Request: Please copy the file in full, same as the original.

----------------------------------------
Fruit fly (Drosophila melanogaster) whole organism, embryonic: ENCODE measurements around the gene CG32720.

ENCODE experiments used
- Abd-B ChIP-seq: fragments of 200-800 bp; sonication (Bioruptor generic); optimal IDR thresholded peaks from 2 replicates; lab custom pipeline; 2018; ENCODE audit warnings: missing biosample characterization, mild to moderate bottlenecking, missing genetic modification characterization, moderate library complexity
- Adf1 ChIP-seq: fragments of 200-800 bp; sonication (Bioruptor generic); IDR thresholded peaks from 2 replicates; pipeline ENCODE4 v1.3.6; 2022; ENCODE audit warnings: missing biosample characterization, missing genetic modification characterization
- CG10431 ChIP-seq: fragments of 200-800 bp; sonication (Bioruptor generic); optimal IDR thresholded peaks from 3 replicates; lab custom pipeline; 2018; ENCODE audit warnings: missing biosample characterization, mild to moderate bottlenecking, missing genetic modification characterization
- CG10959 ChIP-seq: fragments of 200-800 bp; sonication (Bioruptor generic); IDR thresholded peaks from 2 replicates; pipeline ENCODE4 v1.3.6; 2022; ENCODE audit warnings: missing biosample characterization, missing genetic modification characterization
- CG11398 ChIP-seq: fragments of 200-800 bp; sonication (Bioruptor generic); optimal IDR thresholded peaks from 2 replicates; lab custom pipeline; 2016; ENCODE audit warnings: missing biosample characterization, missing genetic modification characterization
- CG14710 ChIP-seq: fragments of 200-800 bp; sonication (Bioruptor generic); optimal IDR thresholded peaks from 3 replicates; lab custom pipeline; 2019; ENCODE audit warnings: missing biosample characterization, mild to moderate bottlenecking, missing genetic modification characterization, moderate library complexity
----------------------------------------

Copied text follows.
Fruit fly (Drosophila melanogaster) whole organism, embryonic: ENCODE measurements around the gene CG32720.

ENCODE experiments used
- Abd-B ChIP-seq: fragments of 200-800 bp; sonication (Bioruptor generic); optimal IDR thresholded peaks from 2 replicates; lab custom pipeline; 2018; ENCODE audit warnings: missing biosample characterization, mild to moderate bottlenecking, missing genetic modification characterization, moderate library complexity
- Adf1 ChIP-seq: fragments of 200-800 bp; sonication (Bioruptor generic); IDR thresholded peaks from 2 replicates; pipeline ENCODE4 v1.3.6; 2022; ENCODE audit warnings: missing biosample characterization, missing genetic modification characterization
- CG10431 ChIP-seq: fragments of 200-800 bp; sonication (Bioruptor generic); optimal IDR thresholded peaks from 3 replicates; lab custom pipeline; 2018; ENCODE audit warnings: missing biosample characterization, mild to moderate bottlenecking, missing genetic modification characterization
- CG10959 ChIP-seq: fragments of 200-800 bp; sonication (Bioruptor generic); IDR thresholded peaks from 2 replicates; pipeline ENCODE4 v1.3.6; 2022; ENCODE audit warnings: missing biosample characterization, missing genetic modification characterization
- CG11398 ChIP-seq: fragments of 200-800 bp; sonication (Bioruptor generic); optimal IDR thresholded peaks from 2 replicates; lab custom pipeline; 2016; ENCODE audit warnings: missing biosample characterization, missing genetic modification characterization
- CG14710 ChIP-seq: fragments of 200-800 bp; sonication (Bioruptor generic); optimal IDR thresholded peaks from 3 replicates; lab custom pipeline; 2019; ENCODE audit warnings: missing biosample characterization, mild to moderate bottlenecking, missing genetic modification characterization, moderate library complexity